SUBWAY SINGERS – WINNER OF THE MUSIC/ENTERTAINERS CATEGORY
I get off work at 5 am, so my commute home happens when the rest of the city is usually still asleep. Sometimes, though, I catch the tail end of someone’s late night out, and that’s what happened here, at 5 am one Saturday morning in the Union Square subway station in New York.
I was transferring to the L line to go home to Brooklyn, and as I got closer to the stairs, I heard this joyful singing and clapping, so loud it came over the noise of whatever I had on my iPod. I often kill time in the subway taking photos of people, so I had my iPhone close by. There’s a spot on the staircase where you’re elevated but can see the platform below, and that’s where I stood to watch these people dancing and singing. I have no idea who they were, but they were clearly a happy group of people who are used to performing together.
That early in the morning, the trains run about 20 minutes apart, which means I’m usually killing time wandering the platform with a camera, trying not to bother people but also trying to capture the scenes most people don’t see because they’re happily in bed. In this case, though, the time that passed between hearing the music, seeing its source, snapping the photo and boarding my arriving train was about three minutes–not enough time to really think about what I was doing, but enough time to try to capture a truly fleeting moment before going home to bed.
The New York City subways have inspired photographers for a century, with good reason. Every time you pay your fare, it’s a completely different scene: crowded, empty, people in a hurry, people with their guard down. You never know what you’re going to get. There are a million moments every day, and we’re lucky to catch a few of them as images. Getting off work at 5 am isn’t an ideal schedule, but the silver lining is that I’m regularly in the subway at a time when most people don’t see the surprisingly active life it still has, even in the dead of night. Are you ever home, cozy in your pajamas, wondering if maybe the rest of the world is having one big party out there without you? Well, sometimes, like here at 5 am on a nearly deserted subway platform, it is.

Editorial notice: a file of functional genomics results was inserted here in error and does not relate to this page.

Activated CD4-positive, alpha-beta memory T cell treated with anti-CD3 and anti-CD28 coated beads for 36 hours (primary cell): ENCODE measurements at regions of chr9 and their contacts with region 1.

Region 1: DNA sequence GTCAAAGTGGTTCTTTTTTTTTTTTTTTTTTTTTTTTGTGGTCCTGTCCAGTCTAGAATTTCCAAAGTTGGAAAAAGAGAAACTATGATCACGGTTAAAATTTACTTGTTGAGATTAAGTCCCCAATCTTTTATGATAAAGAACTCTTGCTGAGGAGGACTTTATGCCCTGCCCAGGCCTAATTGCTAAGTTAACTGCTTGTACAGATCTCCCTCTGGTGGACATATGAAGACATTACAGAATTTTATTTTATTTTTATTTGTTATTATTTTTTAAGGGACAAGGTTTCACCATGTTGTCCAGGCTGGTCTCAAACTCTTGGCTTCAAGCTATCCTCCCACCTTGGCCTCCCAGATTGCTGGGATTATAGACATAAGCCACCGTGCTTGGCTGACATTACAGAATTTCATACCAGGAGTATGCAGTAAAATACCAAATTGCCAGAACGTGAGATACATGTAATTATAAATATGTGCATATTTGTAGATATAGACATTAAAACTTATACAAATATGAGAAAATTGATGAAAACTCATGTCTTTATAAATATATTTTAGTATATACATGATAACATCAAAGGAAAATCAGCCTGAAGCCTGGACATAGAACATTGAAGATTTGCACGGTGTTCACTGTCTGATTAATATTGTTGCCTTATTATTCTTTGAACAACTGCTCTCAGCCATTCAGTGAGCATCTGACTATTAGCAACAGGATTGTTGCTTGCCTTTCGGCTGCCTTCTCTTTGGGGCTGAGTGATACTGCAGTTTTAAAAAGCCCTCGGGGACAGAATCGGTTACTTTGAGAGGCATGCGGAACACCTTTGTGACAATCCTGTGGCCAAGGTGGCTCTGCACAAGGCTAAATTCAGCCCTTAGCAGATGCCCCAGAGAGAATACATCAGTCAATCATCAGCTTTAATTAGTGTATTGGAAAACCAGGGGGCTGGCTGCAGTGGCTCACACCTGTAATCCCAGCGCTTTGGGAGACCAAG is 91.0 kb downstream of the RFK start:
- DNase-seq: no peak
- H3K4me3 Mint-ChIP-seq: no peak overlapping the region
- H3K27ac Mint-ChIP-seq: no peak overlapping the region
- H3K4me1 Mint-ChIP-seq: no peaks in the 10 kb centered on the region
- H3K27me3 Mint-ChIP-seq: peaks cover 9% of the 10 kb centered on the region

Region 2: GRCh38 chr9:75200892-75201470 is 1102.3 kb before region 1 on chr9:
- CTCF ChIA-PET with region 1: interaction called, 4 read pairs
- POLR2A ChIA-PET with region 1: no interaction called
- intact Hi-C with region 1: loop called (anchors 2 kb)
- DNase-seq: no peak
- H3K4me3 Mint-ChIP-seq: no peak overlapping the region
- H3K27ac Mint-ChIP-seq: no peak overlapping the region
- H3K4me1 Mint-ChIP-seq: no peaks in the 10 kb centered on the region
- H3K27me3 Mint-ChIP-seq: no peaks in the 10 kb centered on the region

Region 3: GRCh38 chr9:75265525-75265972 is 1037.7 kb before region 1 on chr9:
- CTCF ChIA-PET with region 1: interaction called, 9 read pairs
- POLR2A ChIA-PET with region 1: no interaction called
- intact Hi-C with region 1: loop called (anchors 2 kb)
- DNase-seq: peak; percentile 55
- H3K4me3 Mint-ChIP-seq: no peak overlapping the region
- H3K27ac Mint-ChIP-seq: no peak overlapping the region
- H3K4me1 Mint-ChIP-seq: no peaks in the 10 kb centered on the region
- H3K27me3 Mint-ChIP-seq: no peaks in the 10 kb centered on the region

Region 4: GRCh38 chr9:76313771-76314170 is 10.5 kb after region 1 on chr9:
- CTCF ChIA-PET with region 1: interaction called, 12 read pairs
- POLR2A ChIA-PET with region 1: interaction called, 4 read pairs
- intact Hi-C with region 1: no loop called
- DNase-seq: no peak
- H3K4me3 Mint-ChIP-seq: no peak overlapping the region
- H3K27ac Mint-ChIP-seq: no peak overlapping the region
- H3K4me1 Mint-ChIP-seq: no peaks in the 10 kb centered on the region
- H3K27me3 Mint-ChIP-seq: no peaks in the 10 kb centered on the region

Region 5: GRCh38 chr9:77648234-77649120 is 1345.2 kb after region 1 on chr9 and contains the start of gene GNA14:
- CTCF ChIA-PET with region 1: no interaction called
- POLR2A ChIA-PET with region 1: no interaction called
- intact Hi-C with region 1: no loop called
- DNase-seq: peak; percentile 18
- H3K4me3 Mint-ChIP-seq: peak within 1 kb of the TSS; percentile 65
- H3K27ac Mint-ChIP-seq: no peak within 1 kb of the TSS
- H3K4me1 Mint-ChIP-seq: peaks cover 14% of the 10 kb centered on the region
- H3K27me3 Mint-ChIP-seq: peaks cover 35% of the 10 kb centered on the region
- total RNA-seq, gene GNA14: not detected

The New York City subways have inspired photographers for a century, with good reason.
The story here isn’t so much mine as it is the musicians’. I don’t know where they came from, and I don’t know why they were singing, but it’s a good bet they were on their way home from a spectacular Friday night. Most of the time the people you see at that hour are tired, glazed, just ready to get to wherever they have to be at the crack of dawn. These singers didn’t care about any of that: they were there to sing, happily, joyfully, loudly, enthusiastically. We could all use a little more of that in our lives, no matter what we’re doing.
I love photographing musicians, especially when they are swept up in the moment. And I love shooting in the subway, because it’s almost like a living organism. It’s rare that I get to shoot the two together; in this case, I’m just lucky that the two lined up so perfectly for so fleeting a moment, and that I was there to capture it. I like to think that every photo I take prepares me for the next one, and in this case, years of shooting performers and shooting the subway collided in this one shot.
I make images to stay sane. Because if I didn’t, I’d be biting my nails, or running marathons, or maybe writing a novel, or whatever it is other people do with the nervous energy that I channel into photography.
I often see the images whether I shoot them or not, but mobile photography allows me to be less intrusive and quicker than I am with any of my other cameras. The minute I bring a DLSR with a big lens up to take a shot, the scene changes, because people see the camera and act differently. With a phone, though, they don’t know whether I’m playing Angry Birds or writing an e-mail or making a piece of art. The scene doesn’t change when I pull out the iPhone, and I’m thankful for that advantage.
I’m not much interested in changing an image through apps. To me, the most interesting images are made through composition, and that’s something no filter can create for you. Photography for me–mobile or not–is less about the abstract and more about the moment in time. I’m fond of converting images to black and white, and I’ll take as many photos of my daily coffee as my Flickr stream will put up with, but the photos I care about–the photos I want to see other people produce–are the ones that show me a moment I wouldn’t have seen myself, or been in a position to create myself. I like to think some people feel the same way about my subway shots.